There's a much simpler issue than personhood there. If morality is only about man's intent ... other men, then it follows that nothing at all that we do to animals is immoral. This is a problem Immanuel Kant gave himself as well and he came up with a truly shit set of reasons why it is wrong for a man to shoot his dog.

However, you ran out of moral facts real fast when you went with that "if". Surely what morality is about ought to be a matter of fact.

While we are on the subject, it is sort of a thing about facts that a person can examine them and reach a grounded conclusion such that others who disagree are just demonstrably wrong*. A signature feature of opinion on the other hand is that people need persuading. The signature of custom, etiquette and fashion is that people tend to go with what they have seen others do. It sure seems like morality lies in one of those latter categories to me.
Again, nicely put. Here are the non-sequiturs:

People own themselves, so eating them is morally wrong.
Animals don't own themselves, so eating them is not morally wrong.

Just the same bs rehashed.

(Oops, I seem to have disobeyed and commented again. Still, I own myself, so why not?)

* I'm aware that a couple of our most insistent commenters think this is wrong. But one of them has insisted he he totally opposed to moral relativism, and then demanded I explain when he had ever been anything but a relativist, and the other can't decide whether he's an antirealist or a full scientific realist, and then he goes off if you dare besmirch Yin Yang. So that way fucking idiocy lies.
I share your bewilderment and frustration. It seems the idiocy of moral objectivism has to be maintained at all costs. It's like a religion.
uwot
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I forgot henry quirk actually reads the headers...

Post by uwot »

henry quirk wrote: Sun Jun 28, 2020 11:46 pmMy self-imposed challenge was to coherently address your (and Pete's) list.
Yeah, sorry about that. The 'challenge' was the task you gave us in the op:
henry quirk wrote: Wed Apr 22, 2020 5:16 amYour task is simple: find a single example of a man who craves slavery, who desires to be property, not because he chooses it but because it's natural to him.
henry quirk wrote: Sun Jun 28, 2020 11:46 pmAs for catholicism: bring me one so that I might joust with him.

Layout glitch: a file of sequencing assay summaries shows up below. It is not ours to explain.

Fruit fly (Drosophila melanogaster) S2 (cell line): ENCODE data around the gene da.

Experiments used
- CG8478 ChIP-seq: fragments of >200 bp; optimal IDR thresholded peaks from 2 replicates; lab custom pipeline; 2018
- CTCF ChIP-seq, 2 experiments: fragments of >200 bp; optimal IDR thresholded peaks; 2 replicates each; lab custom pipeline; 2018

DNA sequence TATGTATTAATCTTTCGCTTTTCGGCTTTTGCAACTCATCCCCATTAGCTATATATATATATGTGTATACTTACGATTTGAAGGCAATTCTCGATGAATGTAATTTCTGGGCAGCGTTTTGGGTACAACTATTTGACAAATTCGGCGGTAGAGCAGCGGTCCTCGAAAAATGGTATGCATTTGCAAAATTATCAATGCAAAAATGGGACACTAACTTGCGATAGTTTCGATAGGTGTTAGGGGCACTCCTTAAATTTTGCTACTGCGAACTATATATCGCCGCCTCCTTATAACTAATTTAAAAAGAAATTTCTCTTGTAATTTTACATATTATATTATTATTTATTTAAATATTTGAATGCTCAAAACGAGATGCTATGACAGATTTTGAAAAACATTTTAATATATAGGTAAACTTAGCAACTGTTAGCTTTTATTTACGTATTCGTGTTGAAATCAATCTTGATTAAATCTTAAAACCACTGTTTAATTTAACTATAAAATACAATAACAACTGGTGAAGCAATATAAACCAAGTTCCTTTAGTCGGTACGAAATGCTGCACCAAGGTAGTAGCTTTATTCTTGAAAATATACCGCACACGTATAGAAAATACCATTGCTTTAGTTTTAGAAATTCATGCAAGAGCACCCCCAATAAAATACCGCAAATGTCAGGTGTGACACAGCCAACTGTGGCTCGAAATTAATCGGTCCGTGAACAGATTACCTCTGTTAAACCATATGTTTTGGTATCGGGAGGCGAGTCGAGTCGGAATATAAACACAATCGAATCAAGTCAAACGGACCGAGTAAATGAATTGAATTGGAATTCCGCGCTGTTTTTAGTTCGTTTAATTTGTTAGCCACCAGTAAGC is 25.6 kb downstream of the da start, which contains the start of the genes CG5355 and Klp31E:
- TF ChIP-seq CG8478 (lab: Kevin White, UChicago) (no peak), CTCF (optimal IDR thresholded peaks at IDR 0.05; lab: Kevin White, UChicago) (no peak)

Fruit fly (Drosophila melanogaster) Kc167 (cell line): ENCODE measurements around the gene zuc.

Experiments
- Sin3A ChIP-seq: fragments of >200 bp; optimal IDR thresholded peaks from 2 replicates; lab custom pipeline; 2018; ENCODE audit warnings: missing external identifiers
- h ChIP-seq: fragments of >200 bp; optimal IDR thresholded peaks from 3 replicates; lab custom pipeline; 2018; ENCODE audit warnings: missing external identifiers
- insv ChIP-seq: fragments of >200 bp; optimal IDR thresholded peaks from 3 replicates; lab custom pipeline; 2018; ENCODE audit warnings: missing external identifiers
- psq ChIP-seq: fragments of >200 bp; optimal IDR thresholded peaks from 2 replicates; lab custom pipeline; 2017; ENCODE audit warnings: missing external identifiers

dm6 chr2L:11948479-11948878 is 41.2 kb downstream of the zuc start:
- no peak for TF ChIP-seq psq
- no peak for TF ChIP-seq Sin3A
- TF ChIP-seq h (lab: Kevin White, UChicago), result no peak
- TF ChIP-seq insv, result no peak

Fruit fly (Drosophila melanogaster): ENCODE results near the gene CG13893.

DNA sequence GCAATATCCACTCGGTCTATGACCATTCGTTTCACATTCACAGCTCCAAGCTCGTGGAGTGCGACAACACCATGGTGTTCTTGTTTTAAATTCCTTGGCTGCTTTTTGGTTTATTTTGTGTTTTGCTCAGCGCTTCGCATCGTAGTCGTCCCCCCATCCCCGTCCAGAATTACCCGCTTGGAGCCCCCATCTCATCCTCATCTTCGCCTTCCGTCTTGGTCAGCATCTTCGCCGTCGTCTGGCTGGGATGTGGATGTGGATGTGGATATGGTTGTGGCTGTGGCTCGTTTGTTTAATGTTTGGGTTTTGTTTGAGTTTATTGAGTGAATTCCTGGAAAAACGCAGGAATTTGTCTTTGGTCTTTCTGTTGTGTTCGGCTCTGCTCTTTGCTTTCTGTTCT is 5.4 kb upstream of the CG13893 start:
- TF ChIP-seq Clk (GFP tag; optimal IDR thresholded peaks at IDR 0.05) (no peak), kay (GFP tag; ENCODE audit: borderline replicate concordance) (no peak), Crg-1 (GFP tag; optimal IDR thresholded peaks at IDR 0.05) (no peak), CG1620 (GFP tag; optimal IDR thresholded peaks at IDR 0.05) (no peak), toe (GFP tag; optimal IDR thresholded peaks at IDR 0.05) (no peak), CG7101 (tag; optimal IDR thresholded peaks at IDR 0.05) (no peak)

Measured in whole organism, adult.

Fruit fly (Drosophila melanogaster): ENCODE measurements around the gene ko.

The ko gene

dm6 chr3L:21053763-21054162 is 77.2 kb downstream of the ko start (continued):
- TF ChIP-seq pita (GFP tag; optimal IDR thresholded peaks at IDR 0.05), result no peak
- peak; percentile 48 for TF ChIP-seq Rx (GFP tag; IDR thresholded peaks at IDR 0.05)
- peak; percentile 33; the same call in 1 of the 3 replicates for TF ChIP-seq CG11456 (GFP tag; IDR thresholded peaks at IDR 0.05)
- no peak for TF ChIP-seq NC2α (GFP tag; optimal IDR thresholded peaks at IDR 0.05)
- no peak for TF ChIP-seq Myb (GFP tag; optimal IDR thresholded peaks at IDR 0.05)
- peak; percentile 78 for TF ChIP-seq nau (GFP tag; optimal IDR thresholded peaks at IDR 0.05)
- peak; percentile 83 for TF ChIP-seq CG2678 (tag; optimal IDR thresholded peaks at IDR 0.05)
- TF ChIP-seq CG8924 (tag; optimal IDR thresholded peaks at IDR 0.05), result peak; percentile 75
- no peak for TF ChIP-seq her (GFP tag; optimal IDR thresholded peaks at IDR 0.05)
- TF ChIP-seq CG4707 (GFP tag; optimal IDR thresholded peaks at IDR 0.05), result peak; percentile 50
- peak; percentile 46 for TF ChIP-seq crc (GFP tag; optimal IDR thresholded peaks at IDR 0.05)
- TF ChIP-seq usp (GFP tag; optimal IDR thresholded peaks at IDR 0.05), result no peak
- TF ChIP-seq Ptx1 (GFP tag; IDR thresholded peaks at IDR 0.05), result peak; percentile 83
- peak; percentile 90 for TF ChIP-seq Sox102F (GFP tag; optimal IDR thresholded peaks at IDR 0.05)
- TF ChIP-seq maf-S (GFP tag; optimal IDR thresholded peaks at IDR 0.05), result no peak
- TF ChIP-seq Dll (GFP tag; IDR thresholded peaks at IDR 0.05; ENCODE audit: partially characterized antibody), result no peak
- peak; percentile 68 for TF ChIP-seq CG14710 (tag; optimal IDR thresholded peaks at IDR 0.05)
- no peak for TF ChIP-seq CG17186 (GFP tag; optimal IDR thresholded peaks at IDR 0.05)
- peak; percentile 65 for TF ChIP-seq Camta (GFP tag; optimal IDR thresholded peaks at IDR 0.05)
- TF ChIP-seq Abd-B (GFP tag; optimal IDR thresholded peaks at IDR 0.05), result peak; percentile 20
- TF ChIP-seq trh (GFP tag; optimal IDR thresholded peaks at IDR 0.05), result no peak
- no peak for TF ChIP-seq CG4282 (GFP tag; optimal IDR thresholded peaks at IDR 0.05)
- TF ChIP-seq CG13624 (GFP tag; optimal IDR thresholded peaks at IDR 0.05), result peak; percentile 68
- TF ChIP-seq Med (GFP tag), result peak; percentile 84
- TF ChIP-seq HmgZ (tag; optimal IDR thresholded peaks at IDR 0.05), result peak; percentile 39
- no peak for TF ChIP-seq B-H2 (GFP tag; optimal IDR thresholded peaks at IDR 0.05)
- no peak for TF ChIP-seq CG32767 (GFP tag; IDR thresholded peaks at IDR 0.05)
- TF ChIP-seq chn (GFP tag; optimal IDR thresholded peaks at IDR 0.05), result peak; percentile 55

Well, it's not just Catholics. A quick google came up with this:
"God owns you! Your soul is not your own; you belong to another. God owns you by right of creation. Because he created you, he owns you–just as any artist owns that which he creates.

“For every living soul belongs to me” (Ezek. 18:4).
“You are not your own” (1 Cor. 6:19).
“A man’s life is not his own” (Jer. 10:23)."

https://www.christian-faith.com/who-owns-your-soul/
Granted they might be bonkers, but there are plenty of people who will sing hallelujah because they believe they are owned.
henry quirk wrote: Sun Jun 28, 2020 11:46 pmThat there cold fire ain't really fire, but even if it were, that ain't the youtube video you ought to foist up.
Well, I tried.
FlashDangerpants
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Re: Flash

Post by FlashDangerpants »

Veritas Aequitas wrote: Mon Jun 29, 2020 5:51 am Morality [my definition] and justified is confined to the interests of the human species and only to other non-humans where there is a positive interest to the human species.

If your 'morality' is full of empathy and compassion to non-humans, are you implying the present humans are immoral when they have kill non-human living things for food, cut down living trees, etc.
In your other thread you are accusing me of having no empathy at all due to some sort of brain damage that is the only excuse for not agreeing with you. Now We have excess of empathy. You need to make your mind up buddy.
Veritas Aequitas wrote: Mon Jun 29, 2020 5:51 am It is not a question of morality, if there are over-population of living non-human things and it is reaching point as a threat to the human species, it would be cost-beneficial to kill some to reduce their numbers.
It must be a question of morality, and you obviously are aware of that otherwise you wouldn't need to provide explanations to justify such as overpopulation.

You don't have to provide a reason why it is better to be on the other side of the road before you cross, but you do need to provice one for shooting 700 cows, because crossing the road and murdering a bunch of animals are not the same sort of choices, one has moral consequence and the other does not under normal circumstances.